Tie clips are stylish and elegant, but they can raise some questions. How do you wear a tie clip? Where and how does it clip on? Let’s dive right in and clear everything up.
What are Tie Clips?
Tie clips are used to pin a tie to the shirt beneath it, resulting in an attractive, uniformly neat aesthetic. The clip opens in much the same way that file clips do. Hold the clip and squeeze your fingers together, this opens the clip. Place the tie and the shirt beneath it together within the clip. Let go of the clip and it should be set and holding everything neatly in place.
Another type of tie clip is the slide clasp tie clip. The slide clasp doesn’t require much manual effort. Simply hold the tie and shirt together and push the clasp over them. This keeps them together and lying flat against the shirt. Slide clasps may be more suitable for ties made of thin fabrics, as thicker ties may be difficult to keep neat with the slim-line slide clasp styles. If you’re familiar at all with how a hair grip works, then the slide clasp tie clip uses the same concept. This example of a slide clasp tie clip displays how solid they are.
Tie clips – also referred to as tie bars – are a quintessential element of menswear. If you don’t have one, you need one. They’re suitable for all kinds of outfits and styles, from smart-casual events to black tie functions. Tie clips also come in enough different styles that there’s sure to be something to suit you as well.
What we today would recognise as a tie originated in the 1850s. Men started using tie pins to hold everything in place and attach the toe to the shirt below after only 20 years. In the next century, around the 1920s, men held a preference for tie clips, as they didn’t need to puncture the fabric of the tie to hold it in place, meaning delicate materials like silk weren’t damaged.
Much of Western culture rapidly adopted the tie clip, and they were hugely popular. Many companies made tie clips for their employees, and commemorative tie clips were created for a variety of events, from World’s Fairs to military-related tie clips. The tie clip saw a significant decline in attractiveness in the second half of the 20th century, when formalwear overall lost popularity. The previous norm of people working at the same company for their whole lives faded, and with it, corporate tie clips. Fewer and fewer people wore suits outside of the workplace – and even in the workplace today – and so tie clips have less and less use in the modern age.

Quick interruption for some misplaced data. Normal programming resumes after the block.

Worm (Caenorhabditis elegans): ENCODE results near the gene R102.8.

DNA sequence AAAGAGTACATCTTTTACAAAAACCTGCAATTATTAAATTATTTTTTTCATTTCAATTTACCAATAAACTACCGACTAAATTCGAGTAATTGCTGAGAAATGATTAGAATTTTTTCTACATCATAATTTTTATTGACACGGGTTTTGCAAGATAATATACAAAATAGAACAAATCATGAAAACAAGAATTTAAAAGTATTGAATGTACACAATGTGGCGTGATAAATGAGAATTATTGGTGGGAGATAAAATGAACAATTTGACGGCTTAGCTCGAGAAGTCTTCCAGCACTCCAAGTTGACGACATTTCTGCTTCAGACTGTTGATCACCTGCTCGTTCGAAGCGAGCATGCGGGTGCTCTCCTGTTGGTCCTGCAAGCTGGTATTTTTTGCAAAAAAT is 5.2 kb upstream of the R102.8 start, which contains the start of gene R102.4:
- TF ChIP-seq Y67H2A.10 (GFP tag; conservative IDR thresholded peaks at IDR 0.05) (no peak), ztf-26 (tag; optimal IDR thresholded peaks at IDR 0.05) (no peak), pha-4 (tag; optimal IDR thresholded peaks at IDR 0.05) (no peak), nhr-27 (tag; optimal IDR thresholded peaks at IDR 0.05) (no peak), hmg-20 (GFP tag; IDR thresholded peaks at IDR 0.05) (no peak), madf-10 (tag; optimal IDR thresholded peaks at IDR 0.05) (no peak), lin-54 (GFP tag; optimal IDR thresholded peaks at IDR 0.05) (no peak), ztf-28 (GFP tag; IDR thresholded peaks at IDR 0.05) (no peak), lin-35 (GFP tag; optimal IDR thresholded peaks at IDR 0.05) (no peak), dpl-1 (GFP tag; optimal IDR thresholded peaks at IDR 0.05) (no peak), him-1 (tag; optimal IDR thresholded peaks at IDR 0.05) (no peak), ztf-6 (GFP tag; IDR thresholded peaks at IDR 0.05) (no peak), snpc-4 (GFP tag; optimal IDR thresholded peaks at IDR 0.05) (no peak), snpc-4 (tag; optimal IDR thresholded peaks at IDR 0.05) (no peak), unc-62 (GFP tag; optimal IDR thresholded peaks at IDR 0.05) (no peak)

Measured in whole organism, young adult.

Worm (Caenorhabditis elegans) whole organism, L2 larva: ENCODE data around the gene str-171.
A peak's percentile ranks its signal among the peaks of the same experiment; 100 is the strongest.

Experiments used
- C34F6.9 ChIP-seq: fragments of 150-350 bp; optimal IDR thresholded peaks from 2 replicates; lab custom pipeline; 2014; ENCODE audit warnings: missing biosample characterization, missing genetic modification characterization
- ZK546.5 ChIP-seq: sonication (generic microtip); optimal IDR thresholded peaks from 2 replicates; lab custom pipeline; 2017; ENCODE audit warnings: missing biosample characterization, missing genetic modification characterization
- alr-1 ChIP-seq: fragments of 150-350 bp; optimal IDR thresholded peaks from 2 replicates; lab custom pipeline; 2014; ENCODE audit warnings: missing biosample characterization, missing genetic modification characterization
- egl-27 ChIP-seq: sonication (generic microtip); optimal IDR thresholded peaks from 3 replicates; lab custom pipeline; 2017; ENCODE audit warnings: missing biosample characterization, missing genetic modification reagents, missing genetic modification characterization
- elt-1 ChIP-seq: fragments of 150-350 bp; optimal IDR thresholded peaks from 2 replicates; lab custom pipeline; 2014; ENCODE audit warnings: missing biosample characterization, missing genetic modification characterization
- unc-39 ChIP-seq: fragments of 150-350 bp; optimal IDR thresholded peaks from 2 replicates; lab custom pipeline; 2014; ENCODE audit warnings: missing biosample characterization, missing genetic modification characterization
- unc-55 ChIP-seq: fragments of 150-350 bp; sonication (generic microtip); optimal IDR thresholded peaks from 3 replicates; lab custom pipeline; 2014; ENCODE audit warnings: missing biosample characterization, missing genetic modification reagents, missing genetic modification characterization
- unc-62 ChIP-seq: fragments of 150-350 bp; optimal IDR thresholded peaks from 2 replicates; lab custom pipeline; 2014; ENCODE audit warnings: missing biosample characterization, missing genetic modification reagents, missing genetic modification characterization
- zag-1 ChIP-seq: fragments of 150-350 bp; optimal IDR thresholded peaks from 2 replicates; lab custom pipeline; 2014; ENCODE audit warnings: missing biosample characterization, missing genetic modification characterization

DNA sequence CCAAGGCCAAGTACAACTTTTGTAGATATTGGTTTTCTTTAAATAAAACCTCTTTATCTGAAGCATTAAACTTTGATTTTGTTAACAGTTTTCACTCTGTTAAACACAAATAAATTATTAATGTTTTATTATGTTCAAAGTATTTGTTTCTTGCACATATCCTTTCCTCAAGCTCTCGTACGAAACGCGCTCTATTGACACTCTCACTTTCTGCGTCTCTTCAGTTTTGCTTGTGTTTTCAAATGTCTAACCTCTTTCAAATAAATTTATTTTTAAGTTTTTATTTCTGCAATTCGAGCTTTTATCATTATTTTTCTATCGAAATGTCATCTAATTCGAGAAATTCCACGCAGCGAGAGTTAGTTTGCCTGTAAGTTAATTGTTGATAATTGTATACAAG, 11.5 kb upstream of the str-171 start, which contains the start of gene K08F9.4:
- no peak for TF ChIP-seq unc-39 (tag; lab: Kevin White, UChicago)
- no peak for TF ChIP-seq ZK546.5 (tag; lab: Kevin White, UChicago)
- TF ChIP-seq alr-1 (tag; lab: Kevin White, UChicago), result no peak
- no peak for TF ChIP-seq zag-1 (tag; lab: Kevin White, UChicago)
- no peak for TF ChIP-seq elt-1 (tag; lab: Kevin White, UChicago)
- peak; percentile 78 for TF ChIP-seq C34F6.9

How to Wear a Tie Clip
Getting the positioning right is the first thing to know about how to wear a tie clip. Tie clips aren’t to be worn too high. This is because a tie clip too close to the knot of the tie isn’t effective also looks ridiculous. Similarly, a tie clip placed too far down the length of the tie doesn’t work and also looks wrong.
If you want assistance with knowing where to place your tie clip, you can use a jacket or even your hand to create an acceptable area of placement. Using a suit or tuxedo jacket, imagine a line going across your chest from the top of the jacket pocket where a pocket square or boutonnière might usually be. Button the top button of the suit jacket, then you should have a triangle of neck tie on show. Anywhere along this exposed length is an acceptable space for the tie clip to be placed within.
If you aren’t using a jacket, using your hands is just as easy. Place your hand flat on your chest just below the knot of the tie, and then place your other hand directly below the first. The length of the tie that is taken up by your second hand is a suitable place for a tie clip.
Keep it Straight
It is important that your tie clip isn’t clipped on at an angle. This is because you would definitely look ridiculous with a wonky bolt of metal across your chest. Furthermore, you also want to ensure that your tie clip isn’t clipped all the way across the tie. Ideally, a small amount of material should be clip-free; this is another scenario, however, where you don’t want the tie clip to be too far the other way either. About ¾ of the tie should be within the tie clip.
Different Types of Tie Clips
Just as there are different types of ties, there are different types of clips for them. The tie clips we’ve discussed in this blog are best suited to ties made of thin materials, both skinny and wide. Ties that are made of thicker materials like wool, cashmere, and thick cottons are well-suited to tie tacks. Serving the same purpose, a tie tack is worn in much the same way as a pin. The pin goes through the tie, with a chain anchor that fastens it down to the shirt.
Cravats are a wonderfully extravagant way of wearing neckties. If you want your cravat to remain neat and stylish, however, you will want to wear a clip or pin to keep it in place.
Furthermore, this adds a great flair to an already fabulous piece. Cravat pins are a little different to tie pins. They are thicker and are also rounded. See this example from our selection of men’s jewellery (above), where you can see that the clip goes all the way around the cravat, keeping it perfectly in place. The cravat clip does not connect the cravat to your shirt, but rather allows it to remain fashionably coiffed. Another option for pinning the cravat is a pin brooch such as the one featured (left).
It doesn’t matter what type of tie you prefer to wear, or even what type of event you wear ties to; a tie clip is a key feature of any man’s wardrobe. If you have one, you can have more, and if you have none, you know what to do. Even better, getting a tie clip for someone else to wear is a great way to show them you care about their style too.
Bethany Massey – Digital Assistant (Content Creator)
Having graduated university with a BA in English Literature and an MA in Creative Writing Bethany then joined the AC Silver team as a content creator. Bethany spends her days writing content for the AC Silver blog and other luxury goods/antique blogs.